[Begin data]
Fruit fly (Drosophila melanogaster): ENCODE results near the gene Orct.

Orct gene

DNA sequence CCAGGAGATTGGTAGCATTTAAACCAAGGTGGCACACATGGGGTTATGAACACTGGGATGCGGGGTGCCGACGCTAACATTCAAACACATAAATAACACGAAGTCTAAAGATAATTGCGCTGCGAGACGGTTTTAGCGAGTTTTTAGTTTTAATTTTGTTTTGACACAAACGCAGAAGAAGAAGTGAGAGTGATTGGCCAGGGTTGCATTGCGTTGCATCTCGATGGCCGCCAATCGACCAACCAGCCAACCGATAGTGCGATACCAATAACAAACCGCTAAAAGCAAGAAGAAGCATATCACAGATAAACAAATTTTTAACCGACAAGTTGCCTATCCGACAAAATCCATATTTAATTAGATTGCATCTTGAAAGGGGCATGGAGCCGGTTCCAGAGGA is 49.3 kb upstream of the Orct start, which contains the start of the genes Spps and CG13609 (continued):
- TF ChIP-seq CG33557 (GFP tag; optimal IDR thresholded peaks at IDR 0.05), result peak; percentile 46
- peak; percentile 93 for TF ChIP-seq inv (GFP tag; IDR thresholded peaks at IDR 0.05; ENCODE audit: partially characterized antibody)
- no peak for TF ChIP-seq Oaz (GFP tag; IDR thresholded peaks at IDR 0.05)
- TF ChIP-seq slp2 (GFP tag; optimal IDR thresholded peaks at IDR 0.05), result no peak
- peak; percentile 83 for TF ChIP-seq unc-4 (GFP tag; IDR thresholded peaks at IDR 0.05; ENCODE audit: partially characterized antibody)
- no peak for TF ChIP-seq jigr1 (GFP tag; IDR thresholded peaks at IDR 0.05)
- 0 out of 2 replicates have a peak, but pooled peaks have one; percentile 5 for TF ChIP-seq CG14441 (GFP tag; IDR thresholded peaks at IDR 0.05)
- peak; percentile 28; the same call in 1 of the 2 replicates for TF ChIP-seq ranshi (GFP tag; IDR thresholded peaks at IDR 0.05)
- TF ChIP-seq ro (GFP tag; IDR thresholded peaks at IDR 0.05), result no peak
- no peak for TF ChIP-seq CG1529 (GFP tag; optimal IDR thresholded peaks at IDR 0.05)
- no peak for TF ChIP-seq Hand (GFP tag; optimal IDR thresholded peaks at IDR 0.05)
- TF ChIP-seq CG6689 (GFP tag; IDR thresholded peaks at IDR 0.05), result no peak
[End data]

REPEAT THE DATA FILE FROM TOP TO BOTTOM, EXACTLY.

Fruit fly (Drosophila melanogaster): ENCODE results near the gene Orct.

Orct gene

DNA sequence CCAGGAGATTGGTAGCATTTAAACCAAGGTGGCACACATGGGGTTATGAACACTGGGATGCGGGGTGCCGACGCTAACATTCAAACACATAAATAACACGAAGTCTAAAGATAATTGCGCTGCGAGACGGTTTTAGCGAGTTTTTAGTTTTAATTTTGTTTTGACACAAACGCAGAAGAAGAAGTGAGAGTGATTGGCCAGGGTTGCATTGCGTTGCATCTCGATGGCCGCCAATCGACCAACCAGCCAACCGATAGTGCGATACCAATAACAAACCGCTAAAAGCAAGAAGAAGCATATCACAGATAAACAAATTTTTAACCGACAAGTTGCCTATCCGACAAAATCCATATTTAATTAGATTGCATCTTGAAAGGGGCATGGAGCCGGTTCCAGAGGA is 49.3 kb upstream of the Orct start, which contains the start of the genes Spps and CG13609 (continued):
- TF ChIP-seq CG33557 (GFP tag; optimal IDR thresholded peaks at IDR 0.05), result peak; percentile 46
- peak; percentile 93 for TF ChIP-seq inv (GFP tag; IDR thresholded peaks at IDR 0.05; ENCODE audit: partially characterized antibody)
- no peak for TF ChIP-seq Oaz (GFP tag; IDR thresholded peaks at IDR 0.05)
- TF ChIP-seq slp2 (GFP tag; optimal IDR thresholded peaks at IDR 0.05), result no peak
- peak; percentile 83 for TF ChIP-seq unc-4 (GFP tag; IDR thresholded peaks at IDR 0.05; ENCODE audit: partially characterized antibody)
- no peak for TF ChIP-seq jigr1 (GFP tag; IDR thresholded peaks at IDR 0.05)
- 0 out of 2 replicates have a peak, but pooled peaks have one; percentile 5 for TF ChIP-seq CG14441 (GFP tag; IDR thresholded peaks at IDR 0.05)
- peak; percentile 28; the same call in 1 of the 2 replicates for TF ChIP-seq ranshi (GFP tag; IDR thresholded peaks at IDR 0.05)
- TF ChIP-seq ro (GFP tag; IDR thresholded peaks at IDR 0.05), result no peak
- no peak for TF ChIP-seq CG1529 (GFP tag; optimal IDR thresholded peaks at IDR 0.05)
- no peak for TF ChIP-seq Hand (GFP tag; optimal IDR thresholded peaks at IDR 0.05)
- TF ChIP-seq CG6689 (GFP tag; IDR thresholded peaks at IDR 0.05), result no peak